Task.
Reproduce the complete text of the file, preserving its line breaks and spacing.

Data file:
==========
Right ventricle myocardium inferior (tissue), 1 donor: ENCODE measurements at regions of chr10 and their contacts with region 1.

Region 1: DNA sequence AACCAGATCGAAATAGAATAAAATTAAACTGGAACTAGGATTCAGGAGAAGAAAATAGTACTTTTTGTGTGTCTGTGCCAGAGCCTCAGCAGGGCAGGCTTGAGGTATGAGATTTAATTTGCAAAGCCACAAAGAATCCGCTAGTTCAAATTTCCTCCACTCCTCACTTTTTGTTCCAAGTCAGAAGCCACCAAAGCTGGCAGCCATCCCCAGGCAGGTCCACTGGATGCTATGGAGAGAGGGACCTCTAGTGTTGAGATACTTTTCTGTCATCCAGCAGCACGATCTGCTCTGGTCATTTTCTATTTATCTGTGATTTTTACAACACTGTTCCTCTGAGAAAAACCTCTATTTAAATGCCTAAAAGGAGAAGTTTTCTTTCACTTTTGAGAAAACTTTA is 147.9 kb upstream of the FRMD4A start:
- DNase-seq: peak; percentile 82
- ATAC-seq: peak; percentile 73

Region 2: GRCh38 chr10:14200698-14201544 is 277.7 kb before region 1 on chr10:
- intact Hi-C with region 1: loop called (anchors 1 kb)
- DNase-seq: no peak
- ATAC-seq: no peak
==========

Right ventricle myocardium inferior (tissue), 1 donor: ENCODE measurements at regions of chr10 and their contacts with region 1.

Region 1: DNA sequence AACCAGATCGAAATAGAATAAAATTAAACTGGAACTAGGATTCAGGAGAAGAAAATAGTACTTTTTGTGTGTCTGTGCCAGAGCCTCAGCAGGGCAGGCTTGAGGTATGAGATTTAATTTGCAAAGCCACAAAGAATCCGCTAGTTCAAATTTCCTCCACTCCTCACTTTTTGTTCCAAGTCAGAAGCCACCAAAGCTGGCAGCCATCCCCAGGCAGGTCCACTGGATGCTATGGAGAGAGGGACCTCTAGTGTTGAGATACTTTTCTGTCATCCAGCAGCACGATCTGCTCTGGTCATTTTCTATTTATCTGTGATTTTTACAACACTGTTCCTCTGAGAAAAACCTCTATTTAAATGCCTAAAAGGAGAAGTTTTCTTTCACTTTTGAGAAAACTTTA is 147.9 kb upstream of the FRMD4A start:
- DNase-seq: peak; percentile 82
- ATAC-seq: peak; percentile 73

Region 2: GRCh38 chr10:14200698-14201544 is 277.7 kb before region 1 on chr10:
- intact Hi-C with region 1: loop called (anchors 1 kb)
- DNase-seq: no peak
- ATAC-seq: no peak